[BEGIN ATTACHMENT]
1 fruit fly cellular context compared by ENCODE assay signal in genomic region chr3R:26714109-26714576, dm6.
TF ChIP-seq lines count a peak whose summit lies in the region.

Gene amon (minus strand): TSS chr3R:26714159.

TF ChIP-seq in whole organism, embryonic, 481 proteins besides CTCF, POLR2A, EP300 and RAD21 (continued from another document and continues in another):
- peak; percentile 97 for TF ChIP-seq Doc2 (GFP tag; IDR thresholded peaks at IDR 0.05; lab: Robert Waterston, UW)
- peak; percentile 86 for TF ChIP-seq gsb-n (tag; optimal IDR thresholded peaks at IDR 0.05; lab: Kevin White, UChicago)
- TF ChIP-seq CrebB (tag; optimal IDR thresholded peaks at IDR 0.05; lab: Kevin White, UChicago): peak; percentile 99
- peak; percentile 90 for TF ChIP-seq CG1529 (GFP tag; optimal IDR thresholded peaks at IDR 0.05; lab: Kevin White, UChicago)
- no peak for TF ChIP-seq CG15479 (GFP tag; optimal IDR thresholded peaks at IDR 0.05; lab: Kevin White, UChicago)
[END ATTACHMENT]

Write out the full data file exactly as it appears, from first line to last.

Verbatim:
1 fruit fly cellular context compared by ENCODE assay signal in genomic region chr3R:26714109-26714576, dm6.
TF ChIP-seq lines count a peak whose summit lies in the region.

Gene amon (minus strand): TSS chr3R:26714159.

TF ChIP-seq in whole organism, embryonic, 481 proteins besides CTCF, POLR2A, EP300 and RAD21 (continued from another document and continues in another):
- peak; percentile 97 for TF ChIP-seq Doc2 (GFP tag; IDR thresholded peaks at IDR 0.05; lab: Robert Waterston, UW)
- peak; percentile 86 for TF ChIP-seq gsb-n (tag; optimal IDR thresholded peaks at IDR 0.05; lab: Kevin White, UChicago)
- TF ChIP-seq CrebB (tag; optimal IDR thresholded peaks at IDR 0.05; lab: Kevin White, UChicago): peak; percentile 99
- peak; percentile 90 for TF ChIP-seq CG1529 (GFP tag; optimal IDR thresholded peaks at IDR 0.05; lab: Kevin White, UChicago)
- no peak for TF ChIP-seq CG15479 (GFP tag; optimal IDR thresholded peaks at IDR 0.05; lab: Kevin White, UChicago)